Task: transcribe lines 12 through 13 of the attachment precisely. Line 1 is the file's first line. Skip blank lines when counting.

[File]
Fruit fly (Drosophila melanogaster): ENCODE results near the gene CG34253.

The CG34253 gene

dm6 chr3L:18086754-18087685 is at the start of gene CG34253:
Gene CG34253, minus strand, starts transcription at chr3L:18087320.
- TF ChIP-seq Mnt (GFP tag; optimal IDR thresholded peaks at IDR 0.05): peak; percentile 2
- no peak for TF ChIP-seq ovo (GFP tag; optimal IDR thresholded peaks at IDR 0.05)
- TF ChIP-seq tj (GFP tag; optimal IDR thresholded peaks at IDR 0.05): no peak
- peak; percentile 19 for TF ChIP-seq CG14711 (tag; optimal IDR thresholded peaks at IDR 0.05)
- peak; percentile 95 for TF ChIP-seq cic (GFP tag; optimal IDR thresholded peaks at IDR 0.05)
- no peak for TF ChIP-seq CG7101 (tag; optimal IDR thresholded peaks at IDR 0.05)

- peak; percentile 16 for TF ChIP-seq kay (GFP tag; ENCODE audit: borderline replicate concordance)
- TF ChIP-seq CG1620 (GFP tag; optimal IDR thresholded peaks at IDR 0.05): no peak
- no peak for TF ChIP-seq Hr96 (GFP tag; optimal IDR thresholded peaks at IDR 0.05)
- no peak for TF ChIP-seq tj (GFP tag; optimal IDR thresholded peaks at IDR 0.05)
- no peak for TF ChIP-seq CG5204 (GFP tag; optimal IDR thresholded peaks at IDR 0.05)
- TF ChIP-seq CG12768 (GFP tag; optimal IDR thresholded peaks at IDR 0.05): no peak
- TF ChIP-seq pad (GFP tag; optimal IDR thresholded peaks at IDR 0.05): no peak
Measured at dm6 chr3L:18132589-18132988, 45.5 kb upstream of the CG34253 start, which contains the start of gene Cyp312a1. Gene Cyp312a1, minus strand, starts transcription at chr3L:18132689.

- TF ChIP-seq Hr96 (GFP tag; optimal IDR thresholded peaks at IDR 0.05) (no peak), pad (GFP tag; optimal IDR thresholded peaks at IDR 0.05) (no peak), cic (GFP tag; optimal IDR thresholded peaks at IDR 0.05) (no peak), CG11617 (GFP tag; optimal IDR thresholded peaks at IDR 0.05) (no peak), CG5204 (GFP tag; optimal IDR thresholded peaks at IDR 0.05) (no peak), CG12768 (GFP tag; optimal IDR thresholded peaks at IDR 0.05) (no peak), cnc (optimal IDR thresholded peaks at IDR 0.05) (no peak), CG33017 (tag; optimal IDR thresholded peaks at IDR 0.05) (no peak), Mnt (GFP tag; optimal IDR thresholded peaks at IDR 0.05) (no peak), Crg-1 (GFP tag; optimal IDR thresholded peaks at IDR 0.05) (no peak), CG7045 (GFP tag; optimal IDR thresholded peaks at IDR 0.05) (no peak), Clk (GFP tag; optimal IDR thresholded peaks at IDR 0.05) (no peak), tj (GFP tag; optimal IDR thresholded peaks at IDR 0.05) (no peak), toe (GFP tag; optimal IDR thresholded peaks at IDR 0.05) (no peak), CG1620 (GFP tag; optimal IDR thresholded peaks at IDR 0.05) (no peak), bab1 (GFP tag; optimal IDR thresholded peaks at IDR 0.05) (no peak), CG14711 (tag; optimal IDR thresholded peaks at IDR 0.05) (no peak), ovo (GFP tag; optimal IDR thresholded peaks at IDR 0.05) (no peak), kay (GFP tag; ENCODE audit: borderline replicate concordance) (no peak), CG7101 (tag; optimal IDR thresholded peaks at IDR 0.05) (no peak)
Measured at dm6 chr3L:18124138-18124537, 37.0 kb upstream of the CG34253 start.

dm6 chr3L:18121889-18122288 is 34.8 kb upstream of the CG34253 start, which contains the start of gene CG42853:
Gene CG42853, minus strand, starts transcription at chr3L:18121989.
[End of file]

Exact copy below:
- TF ChIP-seq CG1620 (GFP tag; optimal IDR thresholded peaks at IDR 0.05): no peak
- no peak for TF ChIP-seq Hr96 (GFP tag; optimal IDR thresholded peaks at IDR 0.05)